In 2003, this Jordan XII was only available thru the Jordan Flight Club program online for $200 and came as part of a set with a hat and sweatshirt; it wasn’t until the 2009 re-release where you could’ve bought these from your local sports footwear store.
During his time with the Washington Wizards, Michael Jordan laced these up giving Air Jordan fans the same type of thrill that of seeing MJ debut a never-before-seen sneaker. The most noticeable difference between the pair from 2001 and 2010 was the compound used to make the translucent sole; the most recent pair has a blue tinted sole that prevents the color from changing to yellow overtime.
When first released the ‘Altitude” Jordan XIII had an entire leather upper, but in 2011 when a Jordan XIII with the same colorway dropped, the mesh overlay with a layer of reflective 3M (same construction as the original Flint XIII) was added.
Instead of the durabuck material regularly seen on Air Jordan IXs, patent leather was used but durabuck replaces the usual leather upper. In case you missed out on a pair of ‘Cool Grey’ IXs in ’02 and ’08, these are dropping later on this month.
The amount of these that hit store shelves were very scarce as only 23 pairs released at 23 stores in the US. This was before the Twitter RSVP system was established and around the time the “sneaker campout” was already a mainstream thing.
2001 was the actual year the Jordan XVI was released, and is recognized by many as the “last real Air Jordan” of the numbered series due to the lack of popularity the sneakers that came afterwards had. Featuring high-quality leather and a removable shroud, the idea behind the Air Jordan XVI was without the shroud this shoe was ready for the basketball court while with it on it was something that could be seen in a boardroom. This sneaker also payed homage to previous Air Jordan features like the mid cut of the Jordan III, mesh of the Jordan V, and patent leather of the Jordan XI.
The more popular pair from the Air Jordan V – ‘Raging Bull’ package, this suede Jordan V has even the most OG Jordan loyalists ready to give out a pass. This ‘Raging Bull Suede’ Vs went on to become one of the most bootlegged Air Jordans of 2009.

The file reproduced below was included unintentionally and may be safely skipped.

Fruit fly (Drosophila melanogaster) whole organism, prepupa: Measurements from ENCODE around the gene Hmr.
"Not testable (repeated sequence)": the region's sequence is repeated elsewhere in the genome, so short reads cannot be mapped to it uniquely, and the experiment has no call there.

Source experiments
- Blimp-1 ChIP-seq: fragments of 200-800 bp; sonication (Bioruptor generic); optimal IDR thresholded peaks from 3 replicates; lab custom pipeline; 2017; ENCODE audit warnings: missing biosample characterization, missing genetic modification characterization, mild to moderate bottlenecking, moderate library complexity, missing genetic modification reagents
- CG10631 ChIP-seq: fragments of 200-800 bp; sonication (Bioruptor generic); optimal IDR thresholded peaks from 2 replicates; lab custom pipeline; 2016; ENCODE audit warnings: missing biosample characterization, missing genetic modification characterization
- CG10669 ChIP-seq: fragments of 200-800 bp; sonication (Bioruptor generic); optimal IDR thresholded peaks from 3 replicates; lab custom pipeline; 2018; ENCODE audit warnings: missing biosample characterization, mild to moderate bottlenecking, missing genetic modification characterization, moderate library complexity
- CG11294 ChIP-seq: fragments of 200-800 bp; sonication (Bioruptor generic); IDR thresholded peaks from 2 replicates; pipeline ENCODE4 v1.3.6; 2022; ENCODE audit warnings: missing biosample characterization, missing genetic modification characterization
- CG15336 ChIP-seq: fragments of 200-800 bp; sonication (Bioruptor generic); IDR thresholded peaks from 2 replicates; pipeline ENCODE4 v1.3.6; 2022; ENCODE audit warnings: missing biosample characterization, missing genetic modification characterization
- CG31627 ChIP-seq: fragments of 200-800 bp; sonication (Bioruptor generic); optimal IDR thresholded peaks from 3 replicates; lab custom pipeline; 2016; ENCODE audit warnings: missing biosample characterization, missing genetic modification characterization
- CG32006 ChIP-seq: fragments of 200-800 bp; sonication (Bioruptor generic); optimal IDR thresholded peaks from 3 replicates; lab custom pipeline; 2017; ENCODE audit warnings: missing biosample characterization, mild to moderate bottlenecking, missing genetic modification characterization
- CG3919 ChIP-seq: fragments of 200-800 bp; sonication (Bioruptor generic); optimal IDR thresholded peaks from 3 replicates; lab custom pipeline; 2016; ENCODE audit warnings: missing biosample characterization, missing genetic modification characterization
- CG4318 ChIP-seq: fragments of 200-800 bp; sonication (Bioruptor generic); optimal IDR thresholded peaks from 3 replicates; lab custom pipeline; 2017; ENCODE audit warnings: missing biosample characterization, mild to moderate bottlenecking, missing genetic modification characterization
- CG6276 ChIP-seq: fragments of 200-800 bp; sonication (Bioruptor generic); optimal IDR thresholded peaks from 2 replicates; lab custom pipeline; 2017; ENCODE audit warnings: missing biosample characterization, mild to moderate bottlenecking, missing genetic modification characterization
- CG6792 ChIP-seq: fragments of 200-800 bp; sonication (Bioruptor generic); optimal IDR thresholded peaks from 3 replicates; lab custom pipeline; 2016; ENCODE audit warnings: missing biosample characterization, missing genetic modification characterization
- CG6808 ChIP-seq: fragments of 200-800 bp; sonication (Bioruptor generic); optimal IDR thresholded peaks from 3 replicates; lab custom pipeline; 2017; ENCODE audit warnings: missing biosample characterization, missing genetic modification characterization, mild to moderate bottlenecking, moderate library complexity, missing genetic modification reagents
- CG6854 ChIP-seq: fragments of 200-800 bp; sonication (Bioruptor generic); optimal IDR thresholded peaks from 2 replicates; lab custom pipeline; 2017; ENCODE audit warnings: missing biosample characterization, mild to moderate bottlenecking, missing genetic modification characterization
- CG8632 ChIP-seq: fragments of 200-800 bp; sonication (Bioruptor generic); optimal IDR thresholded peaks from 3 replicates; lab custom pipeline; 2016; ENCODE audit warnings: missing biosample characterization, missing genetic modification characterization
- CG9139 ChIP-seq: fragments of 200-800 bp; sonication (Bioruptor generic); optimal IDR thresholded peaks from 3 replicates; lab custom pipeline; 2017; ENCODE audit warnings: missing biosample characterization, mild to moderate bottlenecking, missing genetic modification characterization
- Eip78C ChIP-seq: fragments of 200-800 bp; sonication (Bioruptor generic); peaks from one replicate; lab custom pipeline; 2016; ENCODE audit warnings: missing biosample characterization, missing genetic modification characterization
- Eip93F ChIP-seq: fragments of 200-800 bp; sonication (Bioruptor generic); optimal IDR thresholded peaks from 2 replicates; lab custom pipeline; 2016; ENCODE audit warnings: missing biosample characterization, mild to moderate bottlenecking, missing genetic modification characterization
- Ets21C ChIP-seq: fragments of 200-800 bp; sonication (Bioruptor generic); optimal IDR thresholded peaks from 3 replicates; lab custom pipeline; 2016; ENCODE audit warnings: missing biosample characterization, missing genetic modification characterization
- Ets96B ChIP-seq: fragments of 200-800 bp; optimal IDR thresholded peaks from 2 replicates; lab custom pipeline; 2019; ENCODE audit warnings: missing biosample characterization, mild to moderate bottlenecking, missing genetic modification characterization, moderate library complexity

Around the time the ‘Grey Toe’ Jordan XIIIs released, these are most known for Jason Kidd wearing them during his time with the New Jersey Nets.
A relatively underrated release, the ‘Oreo’ Jordan VI featured a simple white-and-black colorway with a speckled sole which would make this release right at home in 2012. It wasn’t uncommon to find these with a sale tag later on in the year, but just think of how many non-OG colorways share that share this same story and end up going for triple the retail price just a few short years later.
Even though I already mentioned not including Friends & Family sneakers, these are too dope to leave off of this list. With a release of only 72 pairs, unless you had a mean connect at Jordan Brand you had to partake in a raffle for these.
Ray Allen was the first to lace up this now grail-status pair of Jordan VIs. They re-released for the first time earlier in 2012 with a minute color swap that only these familiar with this pair noticed. Didn’t stop anyone from picking them up though, and why should it?
Taking the iconic elephant print and covering the majority of the upper in it, the ‘Flip’ Jordan III was an instant favorite with both older Air Jordan enthusiasts and those new to the game.
Released as part of the ‘Raging Bull’ Jordan V package with another pair of Jordan Vs constructed from a red suede upper, this pair features a reflective 3M upper. Even though many people who were lucky enough to score this package focused on the other pair, these cannot be denied.
The ‘Chrome’ Jordan VIII has a very simple color blocking of an otherwise busy-looking sneaker. The ‘Chrome’ nickname comes from the grey colorway seen on the midsole print, as well as the metallic accents on the ends of the straps.
One of the few non-classic colorways that was immediately accepted upon release, the ‘Flint’ Jordan VII put together the popular combination of Flint Grey and Varsity Purple.
The ‘Cool Grey’ Jordan IV was apart one of the few official Retro+ releases as labeled on the box. These IVs haven’t hit store shelves a second time yet, but as a proud owner I hope that day isn’t for a very long time. If ever.